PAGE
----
About UNC Project-Uganda

In 2004, a group of UNC physicians established the Amal Murarka International Pediatric Health Foundation in memory of their colleague, Dr. Amal Murarka, who died unexpectedly in 2003. The foundation sent a medical team to Kampala to establish the country's first pediatric intensive care unit at Mulago Hospital, Makerere University, where Dr. Murarka had previously conducted research. Subsequent work in 2007 and 2008 focused on pediatric cardiac surgery. The foundation not only built a cardiac ICU, but also performed a total of 21 life-saving pediatric cardiac surgeries.

In 2008 the foundation partnered with the Institute for Global Health and Infectious Diseases to establish UNC Project-Uganda.


The UNC Project-Uganda was established to support sustainable delivery of compassionate and competent health care to infants, children, and adolescents in Uganda; to improve the medical knowledge of the Ugandan health care workforce through in-country training and a physician exchange program; and to provide advanced medical equipment, medications, and services necessary for the delivery of compassionate and competent pediatric care in Uganda.

Sunday, October 11, 2009

Sharing education at Mulago Hospital

The team is back in the United States, home from another full mission of interdisciplinary exchange at the Mulago Hospital of Makerere University in Kampala. We taught, directed practice, and learned much about delivering health care in Uganda.

With input from the nursing staff of Mulago we were able to direct our teaching and training efforts to areas of post op care that they felt most in need of. This included reviewing the pathophysiology of congenital heart defects and the indications for and uses of cardiac medications, calculating and preparing cardiac medications and infusions, discussing a variety of cardiac case scenarios, interpreting chest xrays and ECG wave forms, treating post operative pain and discussing cultural differences in providing pain control, and demonstrating physical assessment and discussing and treating the findings.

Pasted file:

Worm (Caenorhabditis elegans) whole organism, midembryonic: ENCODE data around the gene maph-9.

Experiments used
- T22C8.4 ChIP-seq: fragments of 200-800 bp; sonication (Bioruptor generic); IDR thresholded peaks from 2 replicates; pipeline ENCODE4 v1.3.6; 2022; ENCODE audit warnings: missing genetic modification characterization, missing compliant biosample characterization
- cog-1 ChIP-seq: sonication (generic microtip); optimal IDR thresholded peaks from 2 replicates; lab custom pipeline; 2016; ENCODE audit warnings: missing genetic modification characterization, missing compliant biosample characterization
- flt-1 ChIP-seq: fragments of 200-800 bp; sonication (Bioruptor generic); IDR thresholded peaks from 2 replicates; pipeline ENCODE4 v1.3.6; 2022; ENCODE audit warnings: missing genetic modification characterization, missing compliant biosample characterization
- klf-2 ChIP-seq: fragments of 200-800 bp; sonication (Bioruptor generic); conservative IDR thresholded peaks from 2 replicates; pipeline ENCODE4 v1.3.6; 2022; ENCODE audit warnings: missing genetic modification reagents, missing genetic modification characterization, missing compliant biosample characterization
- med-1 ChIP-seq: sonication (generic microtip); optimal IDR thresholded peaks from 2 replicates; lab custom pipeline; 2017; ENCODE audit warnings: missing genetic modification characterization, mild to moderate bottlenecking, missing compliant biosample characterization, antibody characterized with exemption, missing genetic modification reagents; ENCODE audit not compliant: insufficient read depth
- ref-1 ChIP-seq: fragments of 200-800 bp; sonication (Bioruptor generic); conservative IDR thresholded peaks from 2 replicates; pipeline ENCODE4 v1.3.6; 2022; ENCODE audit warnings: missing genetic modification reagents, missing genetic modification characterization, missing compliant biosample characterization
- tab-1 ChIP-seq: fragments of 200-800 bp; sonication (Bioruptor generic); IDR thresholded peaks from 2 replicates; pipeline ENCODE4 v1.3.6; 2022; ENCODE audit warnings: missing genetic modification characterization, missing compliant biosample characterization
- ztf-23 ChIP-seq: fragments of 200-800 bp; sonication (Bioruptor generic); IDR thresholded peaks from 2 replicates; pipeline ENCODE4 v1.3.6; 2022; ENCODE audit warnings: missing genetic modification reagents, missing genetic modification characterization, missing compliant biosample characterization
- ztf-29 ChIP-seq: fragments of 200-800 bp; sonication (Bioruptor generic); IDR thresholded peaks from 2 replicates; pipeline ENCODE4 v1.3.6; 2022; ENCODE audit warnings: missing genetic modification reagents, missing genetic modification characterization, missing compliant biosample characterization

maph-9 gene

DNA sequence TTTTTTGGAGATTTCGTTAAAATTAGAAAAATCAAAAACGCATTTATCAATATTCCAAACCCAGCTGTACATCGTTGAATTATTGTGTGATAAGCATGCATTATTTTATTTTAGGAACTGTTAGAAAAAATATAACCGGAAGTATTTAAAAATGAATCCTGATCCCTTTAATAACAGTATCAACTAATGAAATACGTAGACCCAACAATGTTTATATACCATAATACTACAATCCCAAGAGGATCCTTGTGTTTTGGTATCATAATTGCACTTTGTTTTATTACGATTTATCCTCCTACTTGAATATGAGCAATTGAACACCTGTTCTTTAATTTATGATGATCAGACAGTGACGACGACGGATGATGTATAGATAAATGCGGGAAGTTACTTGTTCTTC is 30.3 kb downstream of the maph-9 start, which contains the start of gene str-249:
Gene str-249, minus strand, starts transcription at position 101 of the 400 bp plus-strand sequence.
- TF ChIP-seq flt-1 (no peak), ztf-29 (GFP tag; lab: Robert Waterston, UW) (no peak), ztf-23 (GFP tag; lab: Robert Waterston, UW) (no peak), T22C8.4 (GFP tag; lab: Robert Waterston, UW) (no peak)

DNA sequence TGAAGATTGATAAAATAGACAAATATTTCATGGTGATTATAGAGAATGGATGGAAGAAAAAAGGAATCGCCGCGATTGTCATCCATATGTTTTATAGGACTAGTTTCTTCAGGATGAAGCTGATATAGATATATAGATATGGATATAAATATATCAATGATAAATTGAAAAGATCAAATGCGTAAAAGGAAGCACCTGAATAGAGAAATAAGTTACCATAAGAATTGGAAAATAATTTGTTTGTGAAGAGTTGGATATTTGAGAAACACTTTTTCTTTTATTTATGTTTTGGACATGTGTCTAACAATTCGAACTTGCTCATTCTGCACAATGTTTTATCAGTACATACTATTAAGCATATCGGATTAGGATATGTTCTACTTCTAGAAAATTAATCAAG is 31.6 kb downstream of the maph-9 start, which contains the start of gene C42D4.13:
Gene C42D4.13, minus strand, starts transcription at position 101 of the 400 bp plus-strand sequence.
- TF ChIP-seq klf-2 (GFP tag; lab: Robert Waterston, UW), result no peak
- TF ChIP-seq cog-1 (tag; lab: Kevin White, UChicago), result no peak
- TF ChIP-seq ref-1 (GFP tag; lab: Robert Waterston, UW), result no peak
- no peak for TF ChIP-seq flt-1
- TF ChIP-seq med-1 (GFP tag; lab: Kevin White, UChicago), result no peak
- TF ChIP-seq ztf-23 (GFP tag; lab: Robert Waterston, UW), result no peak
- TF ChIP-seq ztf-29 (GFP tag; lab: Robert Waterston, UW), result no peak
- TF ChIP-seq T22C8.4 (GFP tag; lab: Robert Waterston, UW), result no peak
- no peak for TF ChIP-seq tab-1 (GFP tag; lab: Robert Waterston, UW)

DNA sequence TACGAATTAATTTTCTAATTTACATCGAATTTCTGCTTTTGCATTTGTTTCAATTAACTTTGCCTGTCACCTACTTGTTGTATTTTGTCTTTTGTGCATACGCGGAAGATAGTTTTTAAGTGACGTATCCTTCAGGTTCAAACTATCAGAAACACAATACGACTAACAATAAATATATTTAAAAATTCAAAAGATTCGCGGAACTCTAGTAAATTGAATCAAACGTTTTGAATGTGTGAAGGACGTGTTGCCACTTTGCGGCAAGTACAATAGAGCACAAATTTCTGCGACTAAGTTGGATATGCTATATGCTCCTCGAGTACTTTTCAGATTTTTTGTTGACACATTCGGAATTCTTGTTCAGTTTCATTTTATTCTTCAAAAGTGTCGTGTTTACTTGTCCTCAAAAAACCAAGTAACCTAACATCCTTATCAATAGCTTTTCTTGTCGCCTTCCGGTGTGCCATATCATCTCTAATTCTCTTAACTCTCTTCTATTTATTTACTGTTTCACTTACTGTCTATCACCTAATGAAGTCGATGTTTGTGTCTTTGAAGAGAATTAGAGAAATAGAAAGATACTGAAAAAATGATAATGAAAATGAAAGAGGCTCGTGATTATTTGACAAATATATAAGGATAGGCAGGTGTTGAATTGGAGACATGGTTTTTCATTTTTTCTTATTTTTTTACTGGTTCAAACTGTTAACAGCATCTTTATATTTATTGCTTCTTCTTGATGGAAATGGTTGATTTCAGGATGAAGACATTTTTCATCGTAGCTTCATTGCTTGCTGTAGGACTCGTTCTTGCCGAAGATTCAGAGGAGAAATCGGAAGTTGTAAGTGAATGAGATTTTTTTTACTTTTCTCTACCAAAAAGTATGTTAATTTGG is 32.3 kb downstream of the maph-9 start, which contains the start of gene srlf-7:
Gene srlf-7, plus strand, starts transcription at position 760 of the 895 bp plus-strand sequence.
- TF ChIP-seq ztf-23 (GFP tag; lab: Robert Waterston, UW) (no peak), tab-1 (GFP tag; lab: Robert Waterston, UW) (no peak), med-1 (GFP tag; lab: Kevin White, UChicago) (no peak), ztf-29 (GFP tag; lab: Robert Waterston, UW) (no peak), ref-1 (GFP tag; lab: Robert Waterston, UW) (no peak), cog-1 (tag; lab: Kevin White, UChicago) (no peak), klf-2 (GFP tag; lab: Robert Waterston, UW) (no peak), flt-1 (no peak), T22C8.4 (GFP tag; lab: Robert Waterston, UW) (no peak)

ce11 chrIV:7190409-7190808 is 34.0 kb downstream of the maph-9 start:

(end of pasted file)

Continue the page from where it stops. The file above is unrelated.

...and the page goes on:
All of this teaching was done while the nurses provided excellent bedside care to the ten patients and their families. All teaching was done at the bedside during both day and night shifts. The Mulago and UNCH nursing teams were enthralled by the teaching and learning and could have spent many more hours discussing the nursing care involved in treating children following open heart surgery.

Over the ten days, we reconnected and strengthened our bonds with the staff nurses. These nurses were so very keen about practicing and refining the nursing skills they had learned during the past 'pediatric cardiac surgery camps' that it was both a privilege and a pleasure to be with them as they worked to perfect their nursing care. It was quite obvious from their practice and their questions that they have incorporated much of what has been presented to them in the 'camps' UNCH and other groups have provided. I look forward to continued collaboration with the Mulago nursing staff developing and implementing further educational resources.

-- Diane Yorke, PhD, RN, Clinical Education Coordinator for the UNC Project-Uganda

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